Puerto Rican culture is a mix of four cultures, African (from the slaves), Taino (Amerindians), Spanish, and more recently, North American. From Africans, the Puerto Ricans have obtained the bomba and plena, a type of music and dance including percussions and maracas. From the Amerindians (Tainos), they kept many names for their municipalities, foods, musical instruments like the guiro and maracas. Many words and other objects have originated from their localized language. From the Spanish they received the Spanish language, the Catholic religion and the vast majority of their cultural and moral values and traditions. From the United States they received the English language, the university system and a variety of hybrid cultural forms that developed between the U.S. mainland and the island of Puerto Rico. The University of Puerto Rico was founded in 1903, five years after the island became part of the U.S.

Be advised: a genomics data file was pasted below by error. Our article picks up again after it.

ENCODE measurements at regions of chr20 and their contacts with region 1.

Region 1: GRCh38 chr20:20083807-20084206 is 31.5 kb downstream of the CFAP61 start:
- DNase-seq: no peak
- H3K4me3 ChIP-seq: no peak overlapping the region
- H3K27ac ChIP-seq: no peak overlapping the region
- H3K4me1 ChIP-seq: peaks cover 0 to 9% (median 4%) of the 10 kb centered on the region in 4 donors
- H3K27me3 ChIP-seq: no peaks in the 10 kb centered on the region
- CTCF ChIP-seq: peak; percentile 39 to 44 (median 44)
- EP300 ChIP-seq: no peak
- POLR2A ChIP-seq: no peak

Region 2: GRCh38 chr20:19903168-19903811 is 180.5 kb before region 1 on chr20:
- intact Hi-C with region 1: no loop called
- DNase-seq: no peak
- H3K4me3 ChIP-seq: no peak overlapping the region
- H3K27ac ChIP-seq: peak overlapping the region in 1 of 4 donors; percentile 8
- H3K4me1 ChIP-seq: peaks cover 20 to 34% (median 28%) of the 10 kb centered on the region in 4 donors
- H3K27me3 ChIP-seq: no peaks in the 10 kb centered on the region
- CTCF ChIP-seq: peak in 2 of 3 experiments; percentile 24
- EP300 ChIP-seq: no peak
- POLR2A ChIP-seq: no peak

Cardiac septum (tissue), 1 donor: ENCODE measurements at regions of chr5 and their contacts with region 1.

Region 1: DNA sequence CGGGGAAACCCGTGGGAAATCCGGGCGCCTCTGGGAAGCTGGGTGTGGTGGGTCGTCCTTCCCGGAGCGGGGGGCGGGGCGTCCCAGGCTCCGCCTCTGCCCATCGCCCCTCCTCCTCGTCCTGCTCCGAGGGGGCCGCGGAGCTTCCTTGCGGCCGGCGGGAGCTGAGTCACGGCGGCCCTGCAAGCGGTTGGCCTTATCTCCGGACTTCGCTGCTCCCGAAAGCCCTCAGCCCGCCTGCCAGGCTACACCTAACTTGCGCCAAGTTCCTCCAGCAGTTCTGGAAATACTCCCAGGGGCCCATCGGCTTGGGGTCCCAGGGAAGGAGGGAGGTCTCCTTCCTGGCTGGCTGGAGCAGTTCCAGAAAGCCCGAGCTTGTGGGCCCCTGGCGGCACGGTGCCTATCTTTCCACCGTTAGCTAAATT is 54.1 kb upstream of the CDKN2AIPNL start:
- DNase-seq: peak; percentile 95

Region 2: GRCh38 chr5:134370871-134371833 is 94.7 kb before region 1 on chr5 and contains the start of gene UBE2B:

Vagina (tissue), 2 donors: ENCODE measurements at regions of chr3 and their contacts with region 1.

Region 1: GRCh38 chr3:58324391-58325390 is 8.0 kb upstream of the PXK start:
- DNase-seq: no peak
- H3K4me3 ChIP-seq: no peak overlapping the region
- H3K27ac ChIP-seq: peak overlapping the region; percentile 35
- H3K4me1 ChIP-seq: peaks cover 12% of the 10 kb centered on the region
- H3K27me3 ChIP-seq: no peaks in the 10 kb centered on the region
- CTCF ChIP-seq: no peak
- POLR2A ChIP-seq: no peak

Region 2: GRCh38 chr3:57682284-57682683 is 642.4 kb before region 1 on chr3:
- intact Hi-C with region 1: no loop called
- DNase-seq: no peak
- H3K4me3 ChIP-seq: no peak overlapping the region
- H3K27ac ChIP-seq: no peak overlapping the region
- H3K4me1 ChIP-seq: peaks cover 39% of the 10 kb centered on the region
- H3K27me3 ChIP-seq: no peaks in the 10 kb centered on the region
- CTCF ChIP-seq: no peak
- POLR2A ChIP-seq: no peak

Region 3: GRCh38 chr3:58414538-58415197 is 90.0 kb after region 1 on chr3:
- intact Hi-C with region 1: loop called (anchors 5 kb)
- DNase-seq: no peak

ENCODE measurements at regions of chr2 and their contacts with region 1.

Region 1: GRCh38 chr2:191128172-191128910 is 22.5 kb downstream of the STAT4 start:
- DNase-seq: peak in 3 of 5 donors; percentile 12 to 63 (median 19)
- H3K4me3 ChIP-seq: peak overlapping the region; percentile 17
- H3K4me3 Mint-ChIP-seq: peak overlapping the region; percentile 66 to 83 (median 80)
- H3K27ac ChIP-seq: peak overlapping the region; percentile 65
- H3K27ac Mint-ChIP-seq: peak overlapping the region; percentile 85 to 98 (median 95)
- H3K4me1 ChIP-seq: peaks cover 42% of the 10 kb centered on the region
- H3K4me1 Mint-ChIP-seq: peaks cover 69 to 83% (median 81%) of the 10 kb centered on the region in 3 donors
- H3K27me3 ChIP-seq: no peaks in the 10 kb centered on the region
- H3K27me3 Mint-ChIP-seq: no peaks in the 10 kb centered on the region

Much of the Puerto Rican culture centers on the influence of music. Like the country as a whole, Puerto Rican music has been developed by mixing other cultures with its own unique flavor. Early in the history of Puerto Rican music, the influences of African and Spanish traditions were most noticeable. However, the cultural movements across the Caribbean and North America have played a vital role in the more recent musical influences that have reached Puerto Rico.
The official symbols of Puerto Rico are the bird, Reinita mora (Spindalis portoricensis), the flower, Flor de Maga (Thespesia grandiflora), and the tree, Ceiba or Kapok (Ceiba pentandra). The unofficial animal and a symbol of Puerto Rican pride is the Coquí (Eleutherodactylus coqui). Other popular symbols of Puerto Rico are the jíbaro , the countryman, and the carite.